Monday 14 October 2019

Varadkar to reject 'halfway house' on backstop in latest meeting with PM

Taoiseach insists Ireland 'won't fold at last minute'

British Prime Minister Boris Johnson meets with French President Emmanuel Macron and German Chancellor Angela Merkel at the UN headquarters in New York. Photo: AFP/Getty Images
British Prime Minister Boris Johnson meets with French President Emmanuel Macron and German Chancellor Angela Merkel at the UN headquarters in New York. Photo: AFP/Getty Images

Cormac McQuinn in New York and Kevin Doyle

Ireland will not agree to a watered-down backstop just to avoid a disorderly Brexit, Taoiseach Leo Varadkar will warn the British prime minister today.

Amid downbeat assessments as to whether a Brexit deal can be done, Mr Varadkar intends to make it clear that the EU will not accept "some sort of halfway house" alternative to the backstop.

Please log in or register with for free access to this article.

Log In

As he travelled to New York for a UN summit, Boris Johnson insisted "a great deal of progress" had been made in talks between the UK and EU.

However, the EU's chief negotiator Michel Barnier said yesterday it is difficult to see how the impasse over the Northern Ireland backstop can be overcome.

Mr Barnier said the EU "remains open to talks and progress", but that the UK side had yet to come forward with proposals which could offer the basis of a solution.

"Based on current UK thinking, it is difficult to see how we can arrive at a legally operative solution which fulfils all the objectives of the backstop," he said, following talks in Berlin with German Foreign Minister Heiko Maas.

Mr Varadkar and Mr Johnson will have their second face-to-face meeting today - but Irish officials played down any expectation of a breakthrough.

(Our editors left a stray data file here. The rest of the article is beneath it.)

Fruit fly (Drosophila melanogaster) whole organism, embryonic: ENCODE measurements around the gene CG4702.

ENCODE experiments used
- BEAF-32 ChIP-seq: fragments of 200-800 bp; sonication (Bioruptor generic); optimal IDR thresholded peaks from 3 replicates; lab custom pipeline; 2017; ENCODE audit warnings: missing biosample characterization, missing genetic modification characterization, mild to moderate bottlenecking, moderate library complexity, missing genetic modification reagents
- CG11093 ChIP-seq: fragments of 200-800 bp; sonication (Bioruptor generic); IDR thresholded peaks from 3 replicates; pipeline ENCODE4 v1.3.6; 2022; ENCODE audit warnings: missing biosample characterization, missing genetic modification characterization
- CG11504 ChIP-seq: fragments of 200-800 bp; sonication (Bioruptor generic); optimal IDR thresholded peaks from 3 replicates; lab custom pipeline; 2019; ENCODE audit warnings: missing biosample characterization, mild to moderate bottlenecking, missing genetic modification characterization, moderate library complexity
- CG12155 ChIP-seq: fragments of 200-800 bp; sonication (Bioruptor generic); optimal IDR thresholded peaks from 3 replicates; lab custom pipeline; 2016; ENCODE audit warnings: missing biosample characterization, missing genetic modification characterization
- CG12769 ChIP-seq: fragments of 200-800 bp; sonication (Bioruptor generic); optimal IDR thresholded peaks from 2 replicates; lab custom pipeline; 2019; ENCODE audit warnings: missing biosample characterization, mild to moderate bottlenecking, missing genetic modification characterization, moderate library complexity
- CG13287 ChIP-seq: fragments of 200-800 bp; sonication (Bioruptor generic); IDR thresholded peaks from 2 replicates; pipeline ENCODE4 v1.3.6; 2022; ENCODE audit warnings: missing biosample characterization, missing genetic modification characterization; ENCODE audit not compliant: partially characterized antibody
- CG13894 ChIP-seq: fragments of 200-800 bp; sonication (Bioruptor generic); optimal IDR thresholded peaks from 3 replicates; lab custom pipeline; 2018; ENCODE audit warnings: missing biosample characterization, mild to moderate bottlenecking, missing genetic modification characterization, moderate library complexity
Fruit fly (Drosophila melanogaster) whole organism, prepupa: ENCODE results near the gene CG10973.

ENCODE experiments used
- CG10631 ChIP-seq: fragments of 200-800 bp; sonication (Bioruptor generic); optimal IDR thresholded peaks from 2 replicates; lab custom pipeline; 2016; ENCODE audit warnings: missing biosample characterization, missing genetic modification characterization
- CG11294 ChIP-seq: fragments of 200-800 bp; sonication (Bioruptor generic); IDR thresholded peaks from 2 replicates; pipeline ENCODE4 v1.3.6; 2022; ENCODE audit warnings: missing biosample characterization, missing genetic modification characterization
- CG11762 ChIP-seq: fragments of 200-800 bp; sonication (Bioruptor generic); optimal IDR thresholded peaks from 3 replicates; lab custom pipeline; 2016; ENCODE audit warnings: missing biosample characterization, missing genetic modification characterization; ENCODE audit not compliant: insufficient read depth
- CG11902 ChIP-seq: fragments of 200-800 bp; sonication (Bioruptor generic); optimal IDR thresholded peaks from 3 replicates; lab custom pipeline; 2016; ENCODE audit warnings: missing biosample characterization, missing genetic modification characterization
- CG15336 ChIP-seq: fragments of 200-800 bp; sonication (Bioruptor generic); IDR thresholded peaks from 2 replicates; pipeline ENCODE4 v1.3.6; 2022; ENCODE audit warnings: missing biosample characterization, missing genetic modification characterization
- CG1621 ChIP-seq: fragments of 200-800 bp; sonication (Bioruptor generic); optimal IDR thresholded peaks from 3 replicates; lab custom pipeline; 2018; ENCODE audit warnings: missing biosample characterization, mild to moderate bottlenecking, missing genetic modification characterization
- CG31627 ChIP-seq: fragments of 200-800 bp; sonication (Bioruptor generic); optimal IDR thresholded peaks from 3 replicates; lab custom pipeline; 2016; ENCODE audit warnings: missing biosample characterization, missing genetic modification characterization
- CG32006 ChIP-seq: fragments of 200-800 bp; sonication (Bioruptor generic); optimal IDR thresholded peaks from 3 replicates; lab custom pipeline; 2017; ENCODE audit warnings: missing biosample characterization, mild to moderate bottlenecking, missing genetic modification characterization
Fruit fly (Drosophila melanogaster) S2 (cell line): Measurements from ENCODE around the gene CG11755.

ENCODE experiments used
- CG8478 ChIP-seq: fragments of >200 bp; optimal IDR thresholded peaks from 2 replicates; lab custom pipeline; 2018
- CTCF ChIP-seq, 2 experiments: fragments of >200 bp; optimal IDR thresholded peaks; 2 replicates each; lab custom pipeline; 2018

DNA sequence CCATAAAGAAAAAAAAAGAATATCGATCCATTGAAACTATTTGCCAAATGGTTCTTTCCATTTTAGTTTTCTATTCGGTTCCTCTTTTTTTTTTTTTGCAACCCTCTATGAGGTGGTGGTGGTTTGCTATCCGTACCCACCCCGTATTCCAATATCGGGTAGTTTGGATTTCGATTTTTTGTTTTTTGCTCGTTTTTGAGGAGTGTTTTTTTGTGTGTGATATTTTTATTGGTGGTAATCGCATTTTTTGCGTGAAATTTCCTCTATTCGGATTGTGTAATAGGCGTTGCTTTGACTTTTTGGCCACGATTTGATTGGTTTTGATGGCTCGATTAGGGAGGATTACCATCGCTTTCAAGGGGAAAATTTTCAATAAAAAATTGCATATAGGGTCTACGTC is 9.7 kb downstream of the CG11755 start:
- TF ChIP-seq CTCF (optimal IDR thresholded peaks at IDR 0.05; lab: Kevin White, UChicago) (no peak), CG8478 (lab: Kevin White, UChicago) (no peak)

The meeting comes amid reports that UK diplomats and ministers are briefing EU counterparts that the Irish Government is only now waking up to the threat of a no-deal Brexit.

Sources have suggested the UK believes Ireland will agree a deal at the last minute rather than face the worst-case scenario.

But Mr Varadkar said the UK will be to blame if there is a return to some form of border checks in the event of a crash-out scenario.

He insisted Ireland won't cave on the need for the backstop or realistic alternatives, while saying: "We will work until the very last moment to avoid no deal, but not at any cost."

The two leaders plan "to compare notes, see if there's more common ground, [and] see if we can make more progress".

Mr Varadkar added: "Our bottom line is that we need a legally binding assurance that there won't be a hard Border between North and south, that the all-island economy will continue to operate, that North-south co-operation will be able to continue.

"We can't accept some sort of halfway house."

Mr Varadkar said he does not expect to come under pressure from other EU leaders as the October 31 deadline looms.

"One thing I do know about Brexit for the last two or three years, and there are some people in Britain... who took the view that sooner or later, the French, the Germans, the big countries would gang up on Ireland and that's never happened," he said.

"And there are also some people who may believe that at the last minute that Ireland would somehow fold or give up our position. That's not going to happen."

He said the Government is willing to examine alternative arrangements that achieve the same objectives to the backstop.

"If the United Kingdom can come up with alternative arrangements that meet those objectives, that are legally binding, well, we're willing to accept that and examine those.

"But so far anything that they've come up with falls very far short of that," he said.


Meanwhile, Mr Johnson is using his trip Stateside to try drum up support for Brexit.

He will today tell US and Canadian business leaders that the UK wants to have the "most competitive tax rates", with "better" regulation for key sectors, once it is free of the constraints from Brussels.

The prime minister will promise to "roll out the red carpet" for firms seeking to locate in the UK.

"As we come out of the EU, we are going up a gear. We are going to take advantage of all the freedoms that Brexit can give," he will say.

"Whether that is new tax allowances for investment, or speeding up public procurement contracts, or creating free ports and new enterprise zones, or devising better regulation for the sectors in which the UK leads the world.

"We want a market that is open to the world, with the most competitive tax rates and the best skilled workforce in the hemisphere.

"And so I say to our American friends, we will roll out the red carpet."

Irish Independent

Also in Business